Scene IV - Finale:
Well, actually I began with the finale :)
But, at the end of this tour, I had a few of the tour attendees discuss their tour experience with me, and whether what they heard was really accurate and what my own experiences with Celiac and living gluten-free were. Fact is, as I suspected, these folks were utterly confused.
The tour-guide never broached the subject of how many foods are gluten-free even though the labeling didn't explicitly say. Sure, it's easier if labeling says "gluten-free". But, there are tons of products that are still safe even though they do have such obvious labeling. I told people about the online gluten-statements from various manufacturers, and how many of these "safe foods lists" are available on glutenfree / celiac forums.
The event also didn't breed any allegiance to the Mustard Seed Market from what I could tell, especially when a couple talked about how much they like Whole Foods Market (strange, since the nearest one is a 2-hour drive away). This tells me the tour surely didn't sell people on why to shop at this store instead of going elsewhere. I did take time to let people know that the gluten-free selection at the Mustard Seed is actually rather good - I can find most things I need to bake with and eat there.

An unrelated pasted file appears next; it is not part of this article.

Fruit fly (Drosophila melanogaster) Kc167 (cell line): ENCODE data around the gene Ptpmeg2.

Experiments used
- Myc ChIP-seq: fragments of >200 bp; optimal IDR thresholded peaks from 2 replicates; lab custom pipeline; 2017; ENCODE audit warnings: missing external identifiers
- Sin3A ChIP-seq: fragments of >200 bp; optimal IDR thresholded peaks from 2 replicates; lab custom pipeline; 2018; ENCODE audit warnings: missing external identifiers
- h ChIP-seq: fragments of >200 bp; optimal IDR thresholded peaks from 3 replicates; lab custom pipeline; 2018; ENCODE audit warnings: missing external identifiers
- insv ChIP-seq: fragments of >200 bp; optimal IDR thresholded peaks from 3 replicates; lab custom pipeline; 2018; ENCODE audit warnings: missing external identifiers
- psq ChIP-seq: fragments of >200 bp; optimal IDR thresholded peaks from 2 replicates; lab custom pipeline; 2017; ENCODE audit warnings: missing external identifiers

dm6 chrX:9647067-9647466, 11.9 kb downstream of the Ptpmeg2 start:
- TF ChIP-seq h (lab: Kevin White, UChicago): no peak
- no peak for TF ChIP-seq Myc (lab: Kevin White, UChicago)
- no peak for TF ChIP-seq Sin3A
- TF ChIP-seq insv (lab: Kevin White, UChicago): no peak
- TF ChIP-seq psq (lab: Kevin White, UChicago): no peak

So, that is behind us. We did take some gluten-free carrot cake cupcakes with us, and handed them out to those in the group that could safely eat them (since they had Walnuts in them, at least one person was excluded). Those were a hit! And, I think it convinced at least one person considering a gluten-free lifestyle that there really was hope for great tasting GF foods. We were also able to point out some really great GF products the store carries, hopefully ensuring people's first gluten-free eating experiences were good ones.
I do not think I will be attending any future monthly events, especially not with the current tour-guide. I can not support the constant unsubstantiated information and opinions she was spouting, and I fear that if I was to attend again, I would not let many of these statements pass without directly challenging her. And, in respecting current and future gluten-free newbies, I'll not attend, since arguing points I've mentioned would just to add to the confusion of the situation for these inexperienced glutenfree prospects.
I sure hope everyone newly introduced to Celiac and Gluten-free living eventually finds accurate and factual information that is not tainted with personal opinion and gluten-conspiracy theories. I'd suggest attending a regional Celiac Conference with well-known and well-respected authorities in the field as a great way to separate fact from fiction and opinions. That is not what this event offered.